Stories Told. Lives Changed.
For me, this whole writing business began when a doctor looked at an MRI of my brain, then at the floor, then hard into my eyes and said, “You should be dead.” He then told me there was nothing he, or anyone could do for me. “I’m sorry Mr. Armstrong, you should be dead.” I […]
For the last three years I’ve been a bit of a pin cushion. Most doctor appointments involve the rolling of a sleeve, an alcohol swab across the crook of my arm and a little pin prick and a lot of blood giving. And you know what, I happily give. Blood and needles have never really […]
Last Thursday night, after I finished the final edits for “The Day I Learned I Couldn’t Jump (or Learning to Fly)” I couldn’t sleep. While writing that story, I felt like a guest at a reunion of sorts. Bill and Denise and the two chatty Cathys on the treadmill were in attendance. Although brief, it […]
The Day I Learned I Could No Longer Jump (or Learning to Fly) For M. Six months after being diagnosed with cerebellar degeneration, six months after a neurologist examined an MRI of my brain, leveled his eyes, cleared his throat and said to me, “you should be dead or in a hospital bed” I’m staring at […]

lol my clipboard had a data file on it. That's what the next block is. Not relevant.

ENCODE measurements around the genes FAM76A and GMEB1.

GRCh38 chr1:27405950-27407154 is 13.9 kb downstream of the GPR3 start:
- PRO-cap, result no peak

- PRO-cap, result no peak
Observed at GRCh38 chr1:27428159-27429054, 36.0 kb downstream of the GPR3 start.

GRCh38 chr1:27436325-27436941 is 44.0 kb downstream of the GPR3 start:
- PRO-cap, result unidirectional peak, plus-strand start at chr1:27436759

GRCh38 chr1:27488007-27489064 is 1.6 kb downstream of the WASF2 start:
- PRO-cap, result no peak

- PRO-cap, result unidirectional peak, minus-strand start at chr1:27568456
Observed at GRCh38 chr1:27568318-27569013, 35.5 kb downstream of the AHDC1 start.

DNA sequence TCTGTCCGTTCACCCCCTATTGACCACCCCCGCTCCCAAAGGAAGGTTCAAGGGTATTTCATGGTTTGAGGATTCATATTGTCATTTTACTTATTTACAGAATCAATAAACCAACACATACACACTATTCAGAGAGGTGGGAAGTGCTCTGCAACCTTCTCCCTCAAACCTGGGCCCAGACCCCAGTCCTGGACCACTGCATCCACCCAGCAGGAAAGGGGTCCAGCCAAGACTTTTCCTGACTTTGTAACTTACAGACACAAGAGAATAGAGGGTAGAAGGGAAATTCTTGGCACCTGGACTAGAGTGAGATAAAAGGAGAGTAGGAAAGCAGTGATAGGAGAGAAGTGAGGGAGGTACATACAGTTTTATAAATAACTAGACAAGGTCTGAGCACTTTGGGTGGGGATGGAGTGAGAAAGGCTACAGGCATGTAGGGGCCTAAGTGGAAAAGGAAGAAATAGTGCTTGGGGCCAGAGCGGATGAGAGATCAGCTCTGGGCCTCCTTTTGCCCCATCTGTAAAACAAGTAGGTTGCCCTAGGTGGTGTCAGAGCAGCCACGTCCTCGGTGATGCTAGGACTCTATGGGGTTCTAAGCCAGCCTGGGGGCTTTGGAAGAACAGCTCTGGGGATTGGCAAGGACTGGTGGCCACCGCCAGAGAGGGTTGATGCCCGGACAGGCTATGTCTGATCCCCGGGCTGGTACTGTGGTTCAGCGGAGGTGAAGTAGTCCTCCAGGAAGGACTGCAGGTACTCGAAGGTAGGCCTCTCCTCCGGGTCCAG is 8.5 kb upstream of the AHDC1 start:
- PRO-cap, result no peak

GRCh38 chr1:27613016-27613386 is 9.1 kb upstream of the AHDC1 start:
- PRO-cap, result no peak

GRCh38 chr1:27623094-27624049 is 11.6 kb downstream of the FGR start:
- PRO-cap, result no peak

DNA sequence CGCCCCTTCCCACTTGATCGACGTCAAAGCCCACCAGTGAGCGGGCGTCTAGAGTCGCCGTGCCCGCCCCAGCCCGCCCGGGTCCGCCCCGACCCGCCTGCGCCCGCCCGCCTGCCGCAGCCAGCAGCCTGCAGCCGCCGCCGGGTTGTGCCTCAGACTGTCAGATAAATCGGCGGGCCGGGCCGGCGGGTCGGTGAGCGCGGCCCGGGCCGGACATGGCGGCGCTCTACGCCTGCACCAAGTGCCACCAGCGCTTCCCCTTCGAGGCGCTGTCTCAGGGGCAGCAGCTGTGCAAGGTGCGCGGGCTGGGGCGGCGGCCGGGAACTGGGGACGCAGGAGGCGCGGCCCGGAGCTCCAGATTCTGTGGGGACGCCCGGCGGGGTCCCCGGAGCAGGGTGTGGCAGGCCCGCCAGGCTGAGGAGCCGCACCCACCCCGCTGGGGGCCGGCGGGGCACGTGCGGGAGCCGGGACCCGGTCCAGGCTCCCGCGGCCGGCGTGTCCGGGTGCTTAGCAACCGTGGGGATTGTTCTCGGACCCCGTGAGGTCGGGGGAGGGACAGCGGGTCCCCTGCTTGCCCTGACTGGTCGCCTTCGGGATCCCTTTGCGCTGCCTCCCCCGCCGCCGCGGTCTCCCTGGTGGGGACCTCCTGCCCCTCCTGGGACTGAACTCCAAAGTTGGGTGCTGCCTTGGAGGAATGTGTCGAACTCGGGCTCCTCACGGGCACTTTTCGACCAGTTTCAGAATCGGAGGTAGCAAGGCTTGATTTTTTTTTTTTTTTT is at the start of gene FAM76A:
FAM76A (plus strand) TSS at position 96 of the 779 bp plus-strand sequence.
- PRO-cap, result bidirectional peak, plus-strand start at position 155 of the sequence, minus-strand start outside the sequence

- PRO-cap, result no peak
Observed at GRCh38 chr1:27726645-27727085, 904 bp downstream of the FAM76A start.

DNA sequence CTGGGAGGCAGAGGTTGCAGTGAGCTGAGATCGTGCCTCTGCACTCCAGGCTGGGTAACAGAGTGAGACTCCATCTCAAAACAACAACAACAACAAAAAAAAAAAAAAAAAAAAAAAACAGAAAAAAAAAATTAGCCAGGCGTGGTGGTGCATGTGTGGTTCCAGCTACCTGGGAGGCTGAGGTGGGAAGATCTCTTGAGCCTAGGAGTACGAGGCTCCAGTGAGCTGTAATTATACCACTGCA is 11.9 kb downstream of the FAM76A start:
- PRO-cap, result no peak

A student recently asked me, “Hey Mr. Armstrong, what do you think about before you write?” I curved my eyebrows inward, adopted a deep, contemplative look, held a silence for a second too long and replied, “Words.” The student rolled their their eyes, shook their head as if to say “Sorry I asked, you pretentious jerk” then […]
A few days after a muscle biopsy procedure my doctor called and delivered the name of my mysterious internal antagonist–Sar-coy-something. As I scratched down its letters on the back of a Chinese take-out menu he explained the intimacies of my disease, offered some reassurance and outlined a plan of attack. When the call ended […]